Sure to interest history enthusiasts and casual readers alike, decades of progress and turmoil, development and disaster, and politics and corruption come together once more in these pages, which tell the remarkable story of an ...
Author: Carol Dawson
Publisher: Texas A&M University Press
On the eve of its centennial, Carol Dawson and Roger Allen Polson present almost 100 years of history and never-before-seen photographs that track the development of the Texas Highway Department. An agency originally created “to get the farmer out of the mud,” it has gone on to build the vast network of roads that now connects every corner of the state. When the Texas Highway Department (now called the Texas Department of Transportation or TxDOT) was created in 1917, there were only about 200,000 cars in Texas traveling on fewer than a thousand miles of paved roads. Today, after 100 years of the Texas Highway Department, the state boasts over 80,000 miles of paved, state-maintained roads that accommodate more than 25 million vehicles. Sure to interest history enthusiasts and casual readers alike, decades of progress and turmoil, development and disaster, and politics and corruption come together once more in these pages, which tell the remarkable story of an infrastructure 100 years in the making.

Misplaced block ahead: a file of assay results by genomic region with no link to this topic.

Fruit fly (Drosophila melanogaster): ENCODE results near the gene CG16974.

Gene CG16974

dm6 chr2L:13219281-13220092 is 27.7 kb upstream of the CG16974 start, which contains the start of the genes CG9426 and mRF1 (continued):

The fabulous XIT Ranch has been celebrated in song, story, and serious history. This book of reminiscences of old XIT cowmen puts on record the everyday life of the individuals who made the ranch run.
Author: Cordia Sloan Duke
Publisher: Pickle Partners Publishing
The fabulous XIT Ranch has been celebrated in song, story, and serious history. This book of reminiscences of old XIT cowmen puts on record the everyday life of the individuals who made the ranch run. During her years as a ranch wife, Cordia Sloan Duke wrote a diary; excerpts from her written recordings are here brought together with the reminiscences of the ranch hands. Their forthright, yet picturesque, discussion of ranching hardships and dangers dissipates Hollywood and TV glamorizing, and instead they relate in honest cowboy language what actually happened inside the XIT’s 6,000 miles of fence. “Joe Frantz, one of Texas’ most able writers, has taken the diary of Mrs. Cordia Sloan Duke, widow of XIT’s division manager, plus the terse and pithy reminiscences she collected from former XIT cowboys, and turned them into a unique, readable and realistic account of the cowboy’s way of life.”—New York Times Book Review “This book, with all the merit of being an organized and beautifully presented story, is more than a social history; it is source material, resting on the firm bedrock of first-hand accounts. Hence, while it joins in many libraries and collections several shelves of other cowboy books, it will always be on the top shelf with a select few that have made real contributions to the history of the American West. As a man should be measured by his own standards, and an event in terms of its own time, a book should be evaluated in relation to its purpose. By this standard, as well as by comparison with other books in its library classification, 6,000 Miles of Fence is a success.”—Southwestern Historical Quarterly